Proviso: I don’t of course agree with everything–or maybe even most of the things–Jim Quinn says. But I do love the passion and intensity and texture of his analysis. He is definitely a worthy contributor. I don’t know his age, but I guess like the rest of you he’s Boomer-Xer cusp.
On the starting date for the Fourth Turning (Crisis) (4T), I believe Bill and I did a column on the 4T site several years ago detailing all the reasons why we thought it did not begin with 9/11. We got some flak at the time, because there were lots of people who *wanted* it to begin then. But to our eye, it was clearly too early. Typically, a new turning begins after all of the living generations begin to move into their new phases of life. In 2001, clearly that hadn’t happened yet: Boomers were not yet retiring, Generation X (born 1961-1981) were not yet taking over any institutions as midlife leaders, Millennial (born 1982-200?) were barely graduating high school, and so on. We predicted that the Third Turning (Unraveling) (3T) mood would yet have an Indian Summer… and so it did. Keep in mind that on the “Hero clock” of the last 4T, we are still not quite due for the 4T to begin. The ’29 Crash happened 28 years after the first G.I. (born 1901-1924) birth year. We will hit that same year for Millennials in… 2010.
All that being said, many are asking me if I think the 4T has yet started. I’m with Mr. Cooper. For nearly a year now, I’ve been saying that a strong case can be made that it started in 2008–with the beginning of an epic financial crash (a 60% decline in the global Dow from peak to trough) and an extraordinary national election that may signal an enduring political realignment and that has, for the time being, put government on a sort of permanent emergency fiscal footing (with 10% of GDP deficits that may only come down slowly if at all). And yes thanks to 911 everyone knows that we are engaged in seemingly endless Asian wars–but now, thanks to the election, they are *bipartisan* wars… and *bipartisan* showdowns over nuts with nukes. We’ve got plenty of moving parts. I think one could say we’ve got sufficient or “critical” mass to call this the beginning of a 4T. The next two or three years must be watched closely. The crucial question, if indeed the 4T is underway, is determining when the “regeneracy” phase of the 4T will begin.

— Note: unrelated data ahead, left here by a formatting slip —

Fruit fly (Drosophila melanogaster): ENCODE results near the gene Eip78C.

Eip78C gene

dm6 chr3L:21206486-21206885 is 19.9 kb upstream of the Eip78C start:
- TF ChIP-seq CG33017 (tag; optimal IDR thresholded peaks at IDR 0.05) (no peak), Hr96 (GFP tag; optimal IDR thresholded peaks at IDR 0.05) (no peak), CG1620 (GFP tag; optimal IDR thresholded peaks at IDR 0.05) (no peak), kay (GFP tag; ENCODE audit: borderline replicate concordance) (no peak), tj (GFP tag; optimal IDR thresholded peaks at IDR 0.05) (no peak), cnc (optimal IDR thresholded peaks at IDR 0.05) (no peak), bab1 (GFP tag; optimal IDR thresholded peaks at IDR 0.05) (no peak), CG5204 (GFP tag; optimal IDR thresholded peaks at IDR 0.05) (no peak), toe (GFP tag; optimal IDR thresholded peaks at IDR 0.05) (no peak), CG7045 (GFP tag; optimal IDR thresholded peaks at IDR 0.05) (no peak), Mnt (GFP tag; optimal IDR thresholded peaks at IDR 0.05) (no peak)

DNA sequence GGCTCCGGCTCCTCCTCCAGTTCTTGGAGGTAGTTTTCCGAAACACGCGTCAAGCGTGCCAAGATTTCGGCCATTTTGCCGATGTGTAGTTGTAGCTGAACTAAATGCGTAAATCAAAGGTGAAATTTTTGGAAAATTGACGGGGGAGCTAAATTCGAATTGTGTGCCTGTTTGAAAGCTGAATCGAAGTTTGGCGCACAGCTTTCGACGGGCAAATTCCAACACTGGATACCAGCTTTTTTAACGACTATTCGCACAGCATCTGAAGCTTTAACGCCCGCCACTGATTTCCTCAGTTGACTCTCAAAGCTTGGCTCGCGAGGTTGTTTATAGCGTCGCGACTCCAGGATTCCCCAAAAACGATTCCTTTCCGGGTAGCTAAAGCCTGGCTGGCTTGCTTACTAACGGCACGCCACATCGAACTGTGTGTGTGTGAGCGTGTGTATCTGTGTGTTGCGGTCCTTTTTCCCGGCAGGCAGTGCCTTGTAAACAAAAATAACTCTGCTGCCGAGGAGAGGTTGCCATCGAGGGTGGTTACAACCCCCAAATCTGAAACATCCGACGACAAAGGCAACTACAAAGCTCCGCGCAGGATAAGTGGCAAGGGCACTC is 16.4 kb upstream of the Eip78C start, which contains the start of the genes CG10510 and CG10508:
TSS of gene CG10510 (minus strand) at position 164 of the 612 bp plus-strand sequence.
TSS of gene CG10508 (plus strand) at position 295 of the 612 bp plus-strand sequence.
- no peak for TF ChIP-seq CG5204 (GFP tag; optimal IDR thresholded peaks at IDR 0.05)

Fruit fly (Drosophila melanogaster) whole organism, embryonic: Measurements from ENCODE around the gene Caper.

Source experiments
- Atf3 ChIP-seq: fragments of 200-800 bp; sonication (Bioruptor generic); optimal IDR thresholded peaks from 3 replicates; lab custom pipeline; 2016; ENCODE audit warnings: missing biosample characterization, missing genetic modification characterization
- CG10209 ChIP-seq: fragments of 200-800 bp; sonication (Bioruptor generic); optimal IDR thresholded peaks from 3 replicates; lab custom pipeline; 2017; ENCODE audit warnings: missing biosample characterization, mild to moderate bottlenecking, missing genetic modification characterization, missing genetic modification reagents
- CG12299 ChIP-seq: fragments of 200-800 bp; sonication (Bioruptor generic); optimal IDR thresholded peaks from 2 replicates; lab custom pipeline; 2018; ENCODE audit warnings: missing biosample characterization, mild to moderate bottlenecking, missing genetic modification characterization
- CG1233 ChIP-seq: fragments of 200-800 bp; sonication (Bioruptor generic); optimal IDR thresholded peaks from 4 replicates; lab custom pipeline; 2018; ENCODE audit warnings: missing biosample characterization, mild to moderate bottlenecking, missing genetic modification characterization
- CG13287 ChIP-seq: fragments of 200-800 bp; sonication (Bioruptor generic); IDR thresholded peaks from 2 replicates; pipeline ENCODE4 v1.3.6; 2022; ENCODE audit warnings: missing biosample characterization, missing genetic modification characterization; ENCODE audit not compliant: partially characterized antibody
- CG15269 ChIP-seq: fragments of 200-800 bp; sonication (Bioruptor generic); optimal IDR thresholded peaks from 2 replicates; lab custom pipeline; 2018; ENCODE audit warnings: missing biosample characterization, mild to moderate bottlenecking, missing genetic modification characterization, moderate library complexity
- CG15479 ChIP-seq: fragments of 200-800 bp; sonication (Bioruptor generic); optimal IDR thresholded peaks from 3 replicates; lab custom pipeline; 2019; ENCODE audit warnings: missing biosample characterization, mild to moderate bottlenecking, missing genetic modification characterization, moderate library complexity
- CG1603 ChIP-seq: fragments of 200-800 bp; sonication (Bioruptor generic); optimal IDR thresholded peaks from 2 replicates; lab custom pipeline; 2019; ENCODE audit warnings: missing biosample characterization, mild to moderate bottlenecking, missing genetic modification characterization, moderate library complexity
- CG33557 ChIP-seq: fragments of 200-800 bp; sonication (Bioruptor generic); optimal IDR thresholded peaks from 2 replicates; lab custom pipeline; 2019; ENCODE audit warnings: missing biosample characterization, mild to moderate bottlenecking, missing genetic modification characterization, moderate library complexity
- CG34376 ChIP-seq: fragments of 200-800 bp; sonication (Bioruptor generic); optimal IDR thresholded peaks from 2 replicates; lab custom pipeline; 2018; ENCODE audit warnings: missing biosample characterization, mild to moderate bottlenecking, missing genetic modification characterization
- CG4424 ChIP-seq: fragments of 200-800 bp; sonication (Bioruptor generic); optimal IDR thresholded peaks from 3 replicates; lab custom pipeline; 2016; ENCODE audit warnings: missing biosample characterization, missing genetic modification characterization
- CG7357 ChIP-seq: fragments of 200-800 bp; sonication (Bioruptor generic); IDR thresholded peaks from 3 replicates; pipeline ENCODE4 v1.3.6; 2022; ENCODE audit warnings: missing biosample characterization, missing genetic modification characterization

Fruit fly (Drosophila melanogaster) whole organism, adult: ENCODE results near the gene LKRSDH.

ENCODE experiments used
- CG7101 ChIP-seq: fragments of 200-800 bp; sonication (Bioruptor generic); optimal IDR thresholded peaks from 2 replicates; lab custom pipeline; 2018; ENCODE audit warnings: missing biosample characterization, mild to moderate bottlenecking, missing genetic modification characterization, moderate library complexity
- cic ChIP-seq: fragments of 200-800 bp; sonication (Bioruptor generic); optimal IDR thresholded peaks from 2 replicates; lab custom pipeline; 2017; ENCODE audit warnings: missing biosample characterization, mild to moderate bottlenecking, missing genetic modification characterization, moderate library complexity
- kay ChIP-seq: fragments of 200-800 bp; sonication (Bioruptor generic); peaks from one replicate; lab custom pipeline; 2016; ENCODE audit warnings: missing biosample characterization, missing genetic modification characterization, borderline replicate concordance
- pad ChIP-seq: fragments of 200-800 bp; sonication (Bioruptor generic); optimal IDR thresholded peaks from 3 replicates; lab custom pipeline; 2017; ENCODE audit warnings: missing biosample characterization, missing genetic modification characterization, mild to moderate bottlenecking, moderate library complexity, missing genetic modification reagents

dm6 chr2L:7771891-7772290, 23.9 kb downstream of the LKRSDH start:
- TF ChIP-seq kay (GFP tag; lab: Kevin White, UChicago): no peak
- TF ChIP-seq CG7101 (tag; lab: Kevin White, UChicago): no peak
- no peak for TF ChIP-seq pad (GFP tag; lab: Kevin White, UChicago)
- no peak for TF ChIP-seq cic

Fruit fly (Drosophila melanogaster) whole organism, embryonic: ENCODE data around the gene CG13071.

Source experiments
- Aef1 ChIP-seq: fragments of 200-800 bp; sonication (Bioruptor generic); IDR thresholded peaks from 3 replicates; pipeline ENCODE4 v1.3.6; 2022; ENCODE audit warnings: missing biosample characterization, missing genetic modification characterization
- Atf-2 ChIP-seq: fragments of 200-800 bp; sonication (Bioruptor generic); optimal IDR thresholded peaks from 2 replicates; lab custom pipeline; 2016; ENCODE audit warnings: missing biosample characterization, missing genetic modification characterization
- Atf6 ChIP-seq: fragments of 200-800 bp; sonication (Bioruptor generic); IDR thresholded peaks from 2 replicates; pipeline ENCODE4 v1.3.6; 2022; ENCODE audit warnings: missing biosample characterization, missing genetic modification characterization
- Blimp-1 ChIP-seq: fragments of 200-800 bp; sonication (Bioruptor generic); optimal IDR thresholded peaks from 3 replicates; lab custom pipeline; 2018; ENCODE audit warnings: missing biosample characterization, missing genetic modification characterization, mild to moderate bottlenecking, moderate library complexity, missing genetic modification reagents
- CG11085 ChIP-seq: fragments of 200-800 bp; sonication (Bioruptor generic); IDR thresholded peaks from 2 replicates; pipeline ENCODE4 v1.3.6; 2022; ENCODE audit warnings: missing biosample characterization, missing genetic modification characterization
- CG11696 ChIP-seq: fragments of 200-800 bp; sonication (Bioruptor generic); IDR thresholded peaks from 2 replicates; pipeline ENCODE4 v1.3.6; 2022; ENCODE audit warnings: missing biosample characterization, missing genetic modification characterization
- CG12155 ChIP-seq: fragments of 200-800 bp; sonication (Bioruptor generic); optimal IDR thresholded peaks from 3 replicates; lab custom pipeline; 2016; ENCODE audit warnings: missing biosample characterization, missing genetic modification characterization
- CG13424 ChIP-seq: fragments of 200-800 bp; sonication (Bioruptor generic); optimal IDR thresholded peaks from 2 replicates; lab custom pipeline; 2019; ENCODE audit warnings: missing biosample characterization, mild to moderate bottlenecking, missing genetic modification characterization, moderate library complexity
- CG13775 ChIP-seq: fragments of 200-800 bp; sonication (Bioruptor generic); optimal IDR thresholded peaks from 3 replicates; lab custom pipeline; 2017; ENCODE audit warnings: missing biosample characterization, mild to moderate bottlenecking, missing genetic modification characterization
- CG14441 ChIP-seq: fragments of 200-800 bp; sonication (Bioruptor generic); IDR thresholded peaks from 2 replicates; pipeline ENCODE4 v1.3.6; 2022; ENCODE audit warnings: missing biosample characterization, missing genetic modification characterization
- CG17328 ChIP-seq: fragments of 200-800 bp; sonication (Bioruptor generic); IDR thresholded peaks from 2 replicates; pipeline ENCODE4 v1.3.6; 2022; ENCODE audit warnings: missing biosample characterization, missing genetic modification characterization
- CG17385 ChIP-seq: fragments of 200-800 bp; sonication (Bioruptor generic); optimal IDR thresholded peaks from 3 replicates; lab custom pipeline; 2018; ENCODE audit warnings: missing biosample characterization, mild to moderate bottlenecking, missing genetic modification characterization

On the question of dating the Homelanders. Let’s assume the Millennials are a 23-year-long generation (perfectly plausible: one year shorter than the GIs, one year longer than the Xers). That would put their last birth year at 2004. Which means the first Homelander birth year is 2005. Let’s now assume that 2008 marks an extended period (ten “lost years” or more) of very poor economic performance–with high unemployment, low capacity and consumer confidence, stagnant global trade, etc.. That would precisely mark the Homeland Generation as the generation having no memory of the Great Boom. All Millennials will recall at least some childhood during the zany ’90s and early oughts; Homelanders not. Exactly in the same manner that all G.I.s could later recall at least some childhood during the Roaring Twenties–but the Silent (born 1925-1942) (born starting in 1925–the oldest were turning four at the Great Crash) could not.
In presentations I do for K-12 teachers and administrators, I am starting to spend more time talking about the Homelanders (they may now be in preschool–and will soon be entering grammar school). And yes they have all the early markings of the Artist archetype. They are heavily protected by their Gen-X moms and dads, who overwhelmingly believe they are raising their kids in a more hands-on, interventionist, kid-safety-comes-first style than they themselves were raised. Just like the Lost Generation, who discovered the behavioralist child-rearing guru John Watson, so too are Xers parents deep into the behavioralism of child-care guides filled with “do’s and dont’s” rules. In our recent book “Millennials and K-12 Schools” (2008), we have a small chapter on the Homelanders. Every day we are expanding our insights. I hope sometime soon to write a longer column on them for all of you.
It’s getting late. Anyway, thanks again for being here. Last weekend I did a three-hour radio show on Coast-to-Coast AM (11 PM to 2 AM Pacific Time), and I was extremely grateful, in the last hour, to get a great number of phonecalls from Boomer (born 1943-1960) and Gen-Xers around the country who first read our books in the early ’90s and have been following us ever since. This was my fourth or fifth show for them–and they will probably soon have me on as a regular (rough hours I know!). I hope to meet you on one of these show. In any case, I can truthfully say that it’s your curiosity, your enthusiasm, and the sharing of your own experiences that has always made this worthwhile for both of us–Bill, while he was still with us, and myself for as long as I am around.